A package intercepted Tuesday in Juneau by law enforcement agencies resulted in multiple arrests on Tuesday and seizure of the powerful painkiller OxyContin valued at more than $95,000.
“Anytime where you bring $100,000 worth of dangerous drugs off the streets that’s a big accomplishment,” Juneau Chief of Police Greg Browning said. “It was a busy day in general with that and the Western Auto thing. We are all feeling stressed out at the moment but we’ll get over it.”
The Juneau Police Department’s Drug Enforcement Unit, a full-time detail of officers, intercepted a suspicious package due for delivery in Juneau.
The drug unit enlisted the aid of the Southeast Alaska Cities Against Drugs (SEACAD) K-9 unit, Justice, who “alerted” on the package.
After obtaining a search warrant, officers opened the package and found the OxyContin hidden inside.
On Wednesday the JPD, SEACAD and the Juneau office of the FBI made a controlled delivery of the package.
Three California residents were contacted at a local address. Lorenzo Williams, 31, and Avis Bowdry, 19, were detained and an infant boy found on the premises was turned over to the State Office of Children’s Services.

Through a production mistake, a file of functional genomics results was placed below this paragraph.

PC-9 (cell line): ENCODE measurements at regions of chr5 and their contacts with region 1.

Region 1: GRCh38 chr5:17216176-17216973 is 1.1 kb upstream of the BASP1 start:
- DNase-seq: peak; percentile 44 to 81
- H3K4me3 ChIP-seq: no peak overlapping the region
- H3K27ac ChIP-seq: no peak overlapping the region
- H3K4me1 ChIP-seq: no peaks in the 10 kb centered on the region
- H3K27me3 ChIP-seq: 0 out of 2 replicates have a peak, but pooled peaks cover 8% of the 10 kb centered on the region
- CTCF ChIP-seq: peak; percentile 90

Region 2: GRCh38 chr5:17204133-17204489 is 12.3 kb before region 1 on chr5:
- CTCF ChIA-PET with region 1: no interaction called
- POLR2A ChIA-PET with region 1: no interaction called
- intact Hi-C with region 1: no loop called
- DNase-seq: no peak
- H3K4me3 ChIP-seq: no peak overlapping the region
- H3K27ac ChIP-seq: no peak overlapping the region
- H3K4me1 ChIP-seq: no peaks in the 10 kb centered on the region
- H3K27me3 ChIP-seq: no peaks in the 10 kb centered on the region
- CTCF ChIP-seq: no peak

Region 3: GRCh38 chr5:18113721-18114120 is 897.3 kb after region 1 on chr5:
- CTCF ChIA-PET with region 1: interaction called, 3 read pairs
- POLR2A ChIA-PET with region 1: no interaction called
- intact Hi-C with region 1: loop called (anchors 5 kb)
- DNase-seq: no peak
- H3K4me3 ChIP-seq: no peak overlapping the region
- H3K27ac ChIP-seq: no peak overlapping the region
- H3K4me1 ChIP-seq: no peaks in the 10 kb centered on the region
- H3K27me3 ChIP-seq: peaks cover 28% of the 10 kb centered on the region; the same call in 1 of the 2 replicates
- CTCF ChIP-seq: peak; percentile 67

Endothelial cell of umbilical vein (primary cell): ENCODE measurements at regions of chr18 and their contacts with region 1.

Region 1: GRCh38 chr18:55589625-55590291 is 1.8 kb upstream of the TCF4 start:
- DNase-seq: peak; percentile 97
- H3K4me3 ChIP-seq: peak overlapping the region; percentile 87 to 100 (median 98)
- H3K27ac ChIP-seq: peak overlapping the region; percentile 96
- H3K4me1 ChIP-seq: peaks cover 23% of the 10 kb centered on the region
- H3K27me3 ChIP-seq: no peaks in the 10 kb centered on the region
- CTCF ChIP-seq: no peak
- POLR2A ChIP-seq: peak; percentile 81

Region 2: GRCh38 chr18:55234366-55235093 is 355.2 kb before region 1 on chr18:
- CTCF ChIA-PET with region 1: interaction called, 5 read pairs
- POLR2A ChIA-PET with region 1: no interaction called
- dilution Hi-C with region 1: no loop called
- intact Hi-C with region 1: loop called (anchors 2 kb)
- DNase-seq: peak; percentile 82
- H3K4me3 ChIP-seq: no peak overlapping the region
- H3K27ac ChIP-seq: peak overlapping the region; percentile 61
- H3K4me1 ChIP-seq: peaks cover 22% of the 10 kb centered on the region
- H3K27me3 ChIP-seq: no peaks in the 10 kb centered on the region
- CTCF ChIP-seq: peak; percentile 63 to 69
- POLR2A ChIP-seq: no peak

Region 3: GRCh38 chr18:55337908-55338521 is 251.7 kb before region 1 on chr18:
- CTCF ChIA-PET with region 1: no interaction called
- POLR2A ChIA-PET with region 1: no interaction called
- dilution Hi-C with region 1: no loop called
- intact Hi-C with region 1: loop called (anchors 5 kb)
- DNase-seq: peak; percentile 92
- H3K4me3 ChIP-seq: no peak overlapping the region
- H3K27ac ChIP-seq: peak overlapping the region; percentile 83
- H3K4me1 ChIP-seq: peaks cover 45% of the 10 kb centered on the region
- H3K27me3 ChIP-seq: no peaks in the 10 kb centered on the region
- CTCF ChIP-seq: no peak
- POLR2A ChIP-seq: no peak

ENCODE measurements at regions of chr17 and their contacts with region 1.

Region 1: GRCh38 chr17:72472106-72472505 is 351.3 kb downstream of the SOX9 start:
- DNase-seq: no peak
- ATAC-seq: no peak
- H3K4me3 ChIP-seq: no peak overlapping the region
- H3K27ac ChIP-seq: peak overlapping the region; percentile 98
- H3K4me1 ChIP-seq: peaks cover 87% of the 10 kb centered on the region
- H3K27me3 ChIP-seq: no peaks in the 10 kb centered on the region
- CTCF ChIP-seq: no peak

Williams and Bowdry were arrested, along with Juneau resident Tessa Cox, 28, on federal felony charges of conspiracy to distribute and possess with the intent to distribute a controlled substance. That charge is punishable by up to 20 years in jail and $1 million in fines.
“We try our best to be available to assist JPD whenever called upon,” FBI agent and spokesman for Alaska Eric Gonzalez said. “And we were more than happy to help them out the other day.”
Also arrested were Juneau residents Tim Beagle, 40, on an outstanding federal warrant for being a felon in possession of a firearm, and Danny Woodard, 28, on an outstanding JPD warrant for disorderly conduct.
Two vehicles were impounded during the operation and approximately $6,000 in cash was seized. Williams, Bowdry, Cox, and Beagle will be arraigned in Juneau Federal Court.
“It was a successful effort in trying to do something about the drugs flowing into town and in cooperation with the FBI,” Browning said. “Something we are always trying to do. Obviously we have a drug issue here, I’m not going to go so far to say it is worse than most other communities. It seems to vary depending on a number of problems. Lately, prescription drugs have been a big issue, but as we start to get that off the street sometimes we see other drugs come to the forefront because of the expense … supply and demand.”
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